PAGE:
Via Dolorosa (meaning the Way of Sorrows) is located in Jerusalem’s Old City and is believed to be the very path along which Jesus walked as approached his crucifixion. Christians have been coming to the city for many centuries to walk the same path as Jesus Christ. The road begins at the Antonia Fortress, ancient military barracks built by Herod the Great, and winds its way for about 600 meters to the Church of the Holy Sepulcher – the traditionally accepted site where Jesus was crucified, buried and resurrected.
Via Dolorosa has fourteen sacred landmarks, known as the Stations of the Cross – nine along the road and the other five within the church. The first and second stations mark the area where Jesus met Pontius Pilate who condemned him to death. The third, seventh and ninth stations depict the spots where it is believed Jesus stumbled along the road under the weight of the cross. Popular tradition says that Jesus met his mother Mary during the walk to his crucifixion, where the fourth station is now marked. The fifth station refers to the episode where Simon of Cyrene carries Jesus’ cross for him, while the sixth relates to the Roman Catholic legend of the Veil of Veronica. The eighth station is a mark of Jesus’ encounter with pious women on his journey.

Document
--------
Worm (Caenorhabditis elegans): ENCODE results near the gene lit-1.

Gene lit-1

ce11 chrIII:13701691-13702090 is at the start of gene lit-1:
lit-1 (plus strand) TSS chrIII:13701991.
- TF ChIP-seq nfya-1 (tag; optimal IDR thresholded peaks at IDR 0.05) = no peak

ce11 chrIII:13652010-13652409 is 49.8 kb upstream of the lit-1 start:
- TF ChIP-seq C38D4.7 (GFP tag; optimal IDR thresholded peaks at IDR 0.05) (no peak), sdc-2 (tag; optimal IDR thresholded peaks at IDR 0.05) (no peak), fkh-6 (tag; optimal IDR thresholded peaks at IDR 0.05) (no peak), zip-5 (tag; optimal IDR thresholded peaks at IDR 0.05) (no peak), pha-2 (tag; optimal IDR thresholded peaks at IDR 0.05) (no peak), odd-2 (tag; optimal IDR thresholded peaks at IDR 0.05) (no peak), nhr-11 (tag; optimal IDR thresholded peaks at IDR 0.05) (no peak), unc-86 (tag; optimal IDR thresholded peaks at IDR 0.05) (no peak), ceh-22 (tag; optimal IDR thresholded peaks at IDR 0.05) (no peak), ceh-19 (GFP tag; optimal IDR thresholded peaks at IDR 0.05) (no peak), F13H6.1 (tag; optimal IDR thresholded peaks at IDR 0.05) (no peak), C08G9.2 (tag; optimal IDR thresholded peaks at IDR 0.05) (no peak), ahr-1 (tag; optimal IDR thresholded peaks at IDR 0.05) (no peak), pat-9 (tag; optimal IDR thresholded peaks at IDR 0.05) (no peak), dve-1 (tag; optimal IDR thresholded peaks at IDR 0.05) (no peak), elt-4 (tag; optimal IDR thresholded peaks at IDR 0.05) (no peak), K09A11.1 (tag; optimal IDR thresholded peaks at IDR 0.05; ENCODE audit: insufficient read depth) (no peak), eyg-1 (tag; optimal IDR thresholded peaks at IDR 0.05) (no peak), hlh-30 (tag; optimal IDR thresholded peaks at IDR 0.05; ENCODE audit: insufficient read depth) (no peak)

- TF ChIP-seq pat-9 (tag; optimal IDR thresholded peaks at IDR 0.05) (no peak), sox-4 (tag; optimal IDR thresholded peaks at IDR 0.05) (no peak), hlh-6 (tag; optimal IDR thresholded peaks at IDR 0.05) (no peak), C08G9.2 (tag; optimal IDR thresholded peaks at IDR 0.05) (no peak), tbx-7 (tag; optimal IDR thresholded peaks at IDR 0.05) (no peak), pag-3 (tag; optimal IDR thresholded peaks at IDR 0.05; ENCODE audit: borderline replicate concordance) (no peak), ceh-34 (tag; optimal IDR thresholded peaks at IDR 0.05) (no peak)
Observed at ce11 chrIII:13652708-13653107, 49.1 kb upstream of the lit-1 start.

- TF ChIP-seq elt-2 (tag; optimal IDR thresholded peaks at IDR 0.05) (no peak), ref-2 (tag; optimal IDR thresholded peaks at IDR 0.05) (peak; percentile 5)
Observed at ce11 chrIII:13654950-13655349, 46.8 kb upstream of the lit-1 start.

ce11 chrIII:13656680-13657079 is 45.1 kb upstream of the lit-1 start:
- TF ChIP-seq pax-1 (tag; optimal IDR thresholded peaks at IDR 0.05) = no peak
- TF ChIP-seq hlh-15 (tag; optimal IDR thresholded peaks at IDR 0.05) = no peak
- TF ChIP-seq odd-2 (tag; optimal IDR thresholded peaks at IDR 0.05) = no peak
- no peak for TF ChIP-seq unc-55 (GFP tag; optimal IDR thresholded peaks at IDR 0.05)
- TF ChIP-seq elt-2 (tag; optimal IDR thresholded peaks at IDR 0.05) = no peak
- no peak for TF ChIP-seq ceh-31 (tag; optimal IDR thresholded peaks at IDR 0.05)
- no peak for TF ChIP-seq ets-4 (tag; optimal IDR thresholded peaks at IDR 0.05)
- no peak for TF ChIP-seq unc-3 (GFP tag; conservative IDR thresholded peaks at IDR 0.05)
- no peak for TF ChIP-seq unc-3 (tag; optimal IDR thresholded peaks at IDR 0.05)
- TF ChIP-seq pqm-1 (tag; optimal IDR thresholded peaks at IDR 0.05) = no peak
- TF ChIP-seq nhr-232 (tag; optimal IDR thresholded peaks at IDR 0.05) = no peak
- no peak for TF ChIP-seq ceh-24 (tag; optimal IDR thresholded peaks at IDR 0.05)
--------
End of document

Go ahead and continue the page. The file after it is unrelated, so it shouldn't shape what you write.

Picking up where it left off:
Each of the 14 Stations of the Cross are marked with a plaque, although the best way to experience them is to join a process held every Friday afternoon, which stops off at each station. The most popular (and busiest) time to visit the Via Dolorosa is during Holy Week, where literally thousands of pilgrims walk the route.